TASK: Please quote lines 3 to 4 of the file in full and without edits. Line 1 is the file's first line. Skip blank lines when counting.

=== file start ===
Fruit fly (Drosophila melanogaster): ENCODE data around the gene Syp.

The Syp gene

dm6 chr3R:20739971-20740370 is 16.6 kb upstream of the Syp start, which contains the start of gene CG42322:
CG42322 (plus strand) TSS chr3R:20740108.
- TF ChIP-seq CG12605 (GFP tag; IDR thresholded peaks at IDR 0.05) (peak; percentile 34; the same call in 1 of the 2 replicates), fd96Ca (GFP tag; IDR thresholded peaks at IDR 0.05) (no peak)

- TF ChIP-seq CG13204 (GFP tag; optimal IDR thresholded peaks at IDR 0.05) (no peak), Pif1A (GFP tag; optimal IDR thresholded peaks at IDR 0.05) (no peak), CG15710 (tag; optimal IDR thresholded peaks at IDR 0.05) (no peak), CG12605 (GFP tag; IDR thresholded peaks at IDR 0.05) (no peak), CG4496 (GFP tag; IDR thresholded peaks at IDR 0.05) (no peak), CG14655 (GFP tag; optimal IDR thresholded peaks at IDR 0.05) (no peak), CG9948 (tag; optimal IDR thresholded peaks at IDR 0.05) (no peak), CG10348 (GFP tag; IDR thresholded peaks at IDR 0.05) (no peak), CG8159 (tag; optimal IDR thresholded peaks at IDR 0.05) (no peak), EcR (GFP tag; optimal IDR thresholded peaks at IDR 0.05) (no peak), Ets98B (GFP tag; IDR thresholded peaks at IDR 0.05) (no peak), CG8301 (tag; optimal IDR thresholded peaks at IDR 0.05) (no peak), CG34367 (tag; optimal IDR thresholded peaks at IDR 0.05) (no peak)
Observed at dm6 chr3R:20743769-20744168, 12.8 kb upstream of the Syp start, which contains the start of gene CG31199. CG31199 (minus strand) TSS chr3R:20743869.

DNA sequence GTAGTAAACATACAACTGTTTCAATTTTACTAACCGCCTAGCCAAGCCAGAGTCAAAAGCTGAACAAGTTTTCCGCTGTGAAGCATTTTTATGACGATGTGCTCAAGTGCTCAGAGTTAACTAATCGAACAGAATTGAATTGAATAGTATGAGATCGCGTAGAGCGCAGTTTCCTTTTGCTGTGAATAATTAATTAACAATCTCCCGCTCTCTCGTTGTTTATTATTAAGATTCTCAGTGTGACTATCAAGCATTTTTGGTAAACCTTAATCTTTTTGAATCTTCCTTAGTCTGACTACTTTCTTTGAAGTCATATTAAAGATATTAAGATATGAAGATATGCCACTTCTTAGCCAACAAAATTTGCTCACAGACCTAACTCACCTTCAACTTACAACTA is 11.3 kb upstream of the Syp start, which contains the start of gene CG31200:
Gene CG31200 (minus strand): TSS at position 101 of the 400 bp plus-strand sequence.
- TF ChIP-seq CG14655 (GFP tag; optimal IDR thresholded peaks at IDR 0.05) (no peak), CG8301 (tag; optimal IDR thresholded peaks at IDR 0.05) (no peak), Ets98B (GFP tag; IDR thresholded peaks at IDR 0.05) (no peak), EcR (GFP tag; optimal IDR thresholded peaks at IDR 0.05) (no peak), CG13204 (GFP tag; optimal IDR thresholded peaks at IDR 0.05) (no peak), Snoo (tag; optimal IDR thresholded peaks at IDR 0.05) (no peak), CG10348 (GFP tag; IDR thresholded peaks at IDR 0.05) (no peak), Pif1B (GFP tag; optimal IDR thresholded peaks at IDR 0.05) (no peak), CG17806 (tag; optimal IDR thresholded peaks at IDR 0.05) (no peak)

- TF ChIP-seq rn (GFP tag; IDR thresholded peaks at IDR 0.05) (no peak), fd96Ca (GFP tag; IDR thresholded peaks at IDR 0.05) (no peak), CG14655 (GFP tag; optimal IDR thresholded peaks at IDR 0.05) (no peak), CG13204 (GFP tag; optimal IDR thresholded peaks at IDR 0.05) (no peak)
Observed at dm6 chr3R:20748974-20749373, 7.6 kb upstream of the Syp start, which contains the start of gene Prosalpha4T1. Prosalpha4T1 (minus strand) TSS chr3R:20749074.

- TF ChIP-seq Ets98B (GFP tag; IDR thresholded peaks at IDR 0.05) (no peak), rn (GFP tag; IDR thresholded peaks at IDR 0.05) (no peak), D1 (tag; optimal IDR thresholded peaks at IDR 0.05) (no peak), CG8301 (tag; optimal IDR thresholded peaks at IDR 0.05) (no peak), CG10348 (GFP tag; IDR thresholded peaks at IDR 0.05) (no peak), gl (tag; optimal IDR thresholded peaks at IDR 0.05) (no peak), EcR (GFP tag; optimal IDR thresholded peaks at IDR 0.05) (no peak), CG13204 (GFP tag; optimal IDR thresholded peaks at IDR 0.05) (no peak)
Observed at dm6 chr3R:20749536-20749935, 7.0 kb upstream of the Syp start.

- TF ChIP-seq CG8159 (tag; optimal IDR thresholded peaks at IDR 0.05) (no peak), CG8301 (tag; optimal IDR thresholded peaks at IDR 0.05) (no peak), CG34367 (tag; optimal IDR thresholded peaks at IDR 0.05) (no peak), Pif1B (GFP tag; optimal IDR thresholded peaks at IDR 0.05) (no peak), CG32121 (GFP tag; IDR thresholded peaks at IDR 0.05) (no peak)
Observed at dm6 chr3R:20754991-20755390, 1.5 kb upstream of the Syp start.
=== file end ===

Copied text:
dm6 chr3R:20739971-20740370 is 16.6 kb upstream of the Syp start, which contains the start of gene CG42322:
CG42322 (plus strand) TSS chr3R:20740108.